NORTH TEXAS (CBSDFW.COM/CNN) – Cases of a rare polio-like illness that are turning up across the country are also appearing here in North Texas.
There have been dozens of cases of acute flaccid myelitis (AFM) in the U.S. this year, including three at Cook Children’s Medical Center in Fort Worth.READ MORE: Widow Of Good Samaritan Who Suffered Deadly Blow On DART Train, Seeking Answers And Justice
The rare, poorly understood, polio-like illness is thought to attack the body’s nervous system — specifically, the spinal cord — and can cause paralysis. But unlike polio, there is no vaccine for AFM.
According to the Center for Disease Control (CDC), there have been 38 confirmed cases of AFM so far this year — with the most cases, 14, reported in Colorado and six in Minnesota.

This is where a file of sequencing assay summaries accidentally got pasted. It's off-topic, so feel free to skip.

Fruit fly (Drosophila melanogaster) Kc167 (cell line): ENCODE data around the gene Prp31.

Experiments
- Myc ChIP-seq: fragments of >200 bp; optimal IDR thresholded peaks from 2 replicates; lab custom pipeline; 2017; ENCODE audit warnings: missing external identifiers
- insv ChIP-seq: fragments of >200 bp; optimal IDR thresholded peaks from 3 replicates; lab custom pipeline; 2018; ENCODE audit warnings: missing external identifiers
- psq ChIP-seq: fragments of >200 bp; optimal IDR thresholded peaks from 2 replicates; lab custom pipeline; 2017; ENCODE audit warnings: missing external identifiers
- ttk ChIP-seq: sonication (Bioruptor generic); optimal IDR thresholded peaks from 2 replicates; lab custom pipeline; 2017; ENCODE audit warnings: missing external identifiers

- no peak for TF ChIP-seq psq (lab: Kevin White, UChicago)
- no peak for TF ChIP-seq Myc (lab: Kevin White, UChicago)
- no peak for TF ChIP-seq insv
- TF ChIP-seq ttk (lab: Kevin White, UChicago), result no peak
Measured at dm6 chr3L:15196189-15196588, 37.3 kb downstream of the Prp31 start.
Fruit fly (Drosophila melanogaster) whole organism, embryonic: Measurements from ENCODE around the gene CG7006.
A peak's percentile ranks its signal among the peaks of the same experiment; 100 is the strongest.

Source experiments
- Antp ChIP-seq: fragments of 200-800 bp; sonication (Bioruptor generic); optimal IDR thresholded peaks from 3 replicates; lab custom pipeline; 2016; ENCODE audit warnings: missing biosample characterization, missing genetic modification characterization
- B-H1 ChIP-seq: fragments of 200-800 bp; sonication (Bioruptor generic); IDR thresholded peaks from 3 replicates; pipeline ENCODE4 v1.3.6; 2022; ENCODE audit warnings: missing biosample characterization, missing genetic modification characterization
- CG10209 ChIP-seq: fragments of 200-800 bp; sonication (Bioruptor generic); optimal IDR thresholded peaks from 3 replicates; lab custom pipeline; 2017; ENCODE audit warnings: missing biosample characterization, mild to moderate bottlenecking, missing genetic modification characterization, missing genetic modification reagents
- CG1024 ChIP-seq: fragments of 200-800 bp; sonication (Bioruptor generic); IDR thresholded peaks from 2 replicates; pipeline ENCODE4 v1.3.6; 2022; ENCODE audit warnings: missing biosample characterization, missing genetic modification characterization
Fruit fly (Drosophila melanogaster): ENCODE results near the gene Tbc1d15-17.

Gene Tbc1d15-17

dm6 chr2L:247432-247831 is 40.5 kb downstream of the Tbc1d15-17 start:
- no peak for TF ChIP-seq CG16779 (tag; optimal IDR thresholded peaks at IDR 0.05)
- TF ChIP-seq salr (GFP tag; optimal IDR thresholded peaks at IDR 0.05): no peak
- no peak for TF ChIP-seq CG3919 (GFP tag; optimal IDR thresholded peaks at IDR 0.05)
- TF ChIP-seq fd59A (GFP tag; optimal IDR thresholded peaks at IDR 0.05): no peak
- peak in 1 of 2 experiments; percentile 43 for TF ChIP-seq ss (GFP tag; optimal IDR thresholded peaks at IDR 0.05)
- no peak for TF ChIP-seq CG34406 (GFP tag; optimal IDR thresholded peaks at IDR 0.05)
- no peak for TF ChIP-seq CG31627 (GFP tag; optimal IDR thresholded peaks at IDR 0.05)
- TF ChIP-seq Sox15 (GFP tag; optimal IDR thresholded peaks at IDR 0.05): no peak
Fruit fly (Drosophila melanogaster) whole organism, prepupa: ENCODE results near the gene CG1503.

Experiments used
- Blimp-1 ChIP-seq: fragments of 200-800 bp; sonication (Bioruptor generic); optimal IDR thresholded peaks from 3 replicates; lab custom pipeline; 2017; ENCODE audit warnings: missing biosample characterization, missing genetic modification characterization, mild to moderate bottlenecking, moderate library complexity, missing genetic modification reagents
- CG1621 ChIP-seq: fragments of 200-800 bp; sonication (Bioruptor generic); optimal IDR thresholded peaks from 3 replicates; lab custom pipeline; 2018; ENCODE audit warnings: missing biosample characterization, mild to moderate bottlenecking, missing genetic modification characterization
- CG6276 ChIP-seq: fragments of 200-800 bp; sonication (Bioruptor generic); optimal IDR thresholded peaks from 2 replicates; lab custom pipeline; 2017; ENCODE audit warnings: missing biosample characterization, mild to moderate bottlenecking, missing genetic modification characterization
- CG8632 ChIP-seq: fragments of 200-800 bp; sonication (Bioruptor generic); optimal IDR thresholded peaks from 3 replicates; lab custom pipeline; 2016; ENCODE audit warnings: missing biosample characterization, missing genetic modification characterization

The disease typically affects children.
The CDC’s website explains, “A doctor can tell the difference between AFM and other diseases with a careful examination of the nervous system, looking at the location of the weakness, muscle tone and reflexes.”READ MORE: Dallas' Vogel Alcove Breaking Cycle Of Poverty Through What Looks Like Playtime
AFM cases first spiked in the United States in August 2014. By the end of that year, 120 people had been diagnosed in 34 states.
Symptoms of AFM include limb weakness, facial drooping and trouble swallowing or talking. Doctors stress the importance of recognizing the early signs of the disease and seeking care as soon as possible.
Doctors are encouraging people to practice what are called “general prevention strategies” — including washing your hands with soap and water, getting vaccinated and preventing mosquito bites.
CBS 11 News reached out to Cook Children’s for more information, but so far the hospital has only confirmed three cases of AFM and that they’re looking at a suspected fourth case.MORE NEWS: 5 Shannon High School Student In Birdville ISD Showed Symptoms Of Overdose, 1 Taken To Hospital
For more on AFM, click here.